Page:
The garrison of York will march out to a place to be appointed in front of the posts, at two o'clock precisely, with shouldered arms, colors cased, and drums beating a British or German march. They are then to ground their arms, and return to their encampments, where they will remain until they are despatched to the places of their destination. Two works on the Gloucester side will be delivered at one o'clock to a detachment of French and American troops appointed to possess them. The garrison will march out at [485] three o'clock in the afternoon; the cavalry with their swords drawn, trumpets sounding; and the infantry in the manner prescribed for the garrison of York. They are likewise to return to their encampments until they can be finally marched off.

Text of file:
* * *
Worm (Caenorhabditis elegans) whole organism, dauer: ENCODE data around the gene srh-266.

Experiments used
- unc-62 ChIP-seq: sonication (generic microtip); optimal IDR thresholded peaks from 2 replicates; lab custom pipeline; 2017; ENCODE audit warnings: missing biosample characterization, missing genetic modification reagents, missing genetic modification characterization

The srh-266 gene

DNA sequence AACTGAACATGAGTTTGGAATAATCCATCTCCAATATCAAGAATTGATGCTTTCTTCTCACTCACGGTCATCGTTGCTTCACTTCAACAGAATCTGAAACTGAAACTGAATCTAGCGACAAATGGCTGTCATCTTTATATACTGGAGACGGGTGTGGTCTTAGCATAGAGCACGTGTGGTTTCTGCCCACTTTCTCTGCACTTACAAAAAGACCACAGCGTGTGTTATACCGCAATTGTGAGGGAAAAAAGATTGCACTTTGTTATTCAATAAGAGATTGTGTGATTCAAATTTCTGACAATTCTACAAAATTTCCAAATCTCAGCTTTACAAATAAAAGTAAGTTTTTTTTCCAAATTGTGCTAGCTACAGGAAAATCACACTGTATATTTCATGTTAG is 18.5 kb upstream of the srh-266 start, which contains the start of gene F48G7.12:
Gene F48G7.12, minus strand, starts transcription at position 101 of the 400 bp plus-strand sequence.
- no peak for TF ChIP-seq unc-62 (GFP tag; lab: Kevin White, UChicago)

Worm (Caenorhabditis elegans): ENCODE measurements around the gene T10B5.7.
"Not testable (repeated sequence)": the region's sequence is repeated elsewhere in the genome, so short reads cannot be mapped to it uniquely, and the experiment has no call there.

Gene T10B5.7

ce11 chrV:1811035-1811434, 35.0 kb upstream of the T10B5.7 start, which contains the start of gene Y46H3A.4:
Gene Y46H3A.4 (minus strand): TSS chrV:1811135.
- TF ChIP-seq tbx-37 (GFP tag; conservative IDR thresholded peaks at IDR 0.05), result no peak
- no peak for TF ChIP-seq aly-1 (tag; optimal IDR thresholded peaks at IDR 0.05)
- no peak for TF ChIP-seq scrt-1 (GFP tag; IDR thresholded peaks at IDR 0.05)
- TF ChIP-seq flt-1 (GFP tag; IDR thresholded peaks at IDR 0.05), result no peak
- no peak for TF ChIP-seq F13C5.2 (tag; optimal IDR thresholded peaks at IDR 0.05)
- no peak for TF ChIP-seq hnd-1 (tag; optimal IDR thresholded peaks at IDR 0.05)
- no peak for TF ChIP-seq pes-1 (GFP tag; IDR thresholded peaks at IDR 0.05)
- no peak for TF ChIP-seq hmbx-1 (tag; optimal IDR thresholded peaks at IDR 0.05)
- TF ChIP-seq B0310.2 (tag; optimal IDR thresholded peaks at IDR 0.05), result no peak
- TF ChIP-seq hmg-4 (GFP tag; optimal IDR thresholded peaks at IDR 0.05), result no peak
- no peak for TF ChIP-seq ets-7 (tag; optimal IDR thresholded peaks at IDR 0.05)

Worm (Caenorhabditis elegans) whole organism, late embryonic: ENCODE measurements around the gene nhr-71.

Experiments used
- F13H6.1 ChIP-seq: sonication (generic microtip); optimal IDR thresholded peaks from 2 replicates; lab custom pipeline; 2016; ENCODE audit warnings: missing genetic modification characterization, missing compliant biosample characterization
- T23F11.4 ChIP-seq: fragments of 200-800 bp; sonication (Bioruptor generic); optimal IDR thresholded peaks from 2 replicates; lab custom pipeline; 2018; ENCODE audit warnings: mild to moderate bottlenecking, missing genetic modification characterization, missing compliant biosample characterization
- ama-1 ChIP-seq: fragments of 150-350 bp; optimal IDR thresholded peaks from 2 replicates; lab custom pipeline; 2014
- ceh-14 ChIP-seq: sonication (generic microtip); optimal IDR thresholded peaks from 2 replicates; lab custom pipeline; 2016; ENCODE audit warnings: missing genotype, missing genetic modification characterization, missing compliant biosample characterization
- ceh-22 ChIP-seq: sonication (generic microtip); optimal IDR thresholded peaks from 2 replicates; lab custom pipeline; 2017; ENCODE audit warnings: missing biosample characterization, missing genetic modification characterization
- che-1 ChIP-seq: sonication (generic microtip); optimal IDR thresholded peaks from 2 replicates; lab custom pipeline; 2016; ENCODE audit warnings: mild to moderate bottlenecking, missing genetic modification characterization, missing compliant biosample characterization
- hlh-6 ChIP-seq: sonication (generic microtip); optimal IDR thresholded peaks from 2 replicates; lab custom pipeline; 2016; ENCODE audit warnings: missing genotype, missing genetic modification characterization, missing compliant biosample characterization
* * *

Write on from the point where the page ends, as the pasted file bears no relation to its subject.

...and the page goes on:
Art. 4. Officers are to retain their side-arms. Both officers and soldiers to keep their private property of every kind, and no part of their baggage or papers to be at any time subject to search or inspection. The baggage and papers of officers & soldiers taken during the siege to be likewise preserved for them.


It is understood that any property obviously belonging to the inhabitants of these States, in the possession of the garrison, shall be subject to be reclaimed.

Art. 5. The soldiers to be kept in Virginia, Maryland, or Pennsylvania, and as much by regiments as possible, and supplied with the same rations or provisions as are allowed to soldiers in the service of America. A field-officer from each nation —to wit, British, Anspach, and Hessian— and other officers on parole in the proportion of one to fifty men, to be allowed to reside near their respective regiments and be witnesses of their treatment; and that their officers may receive and deliver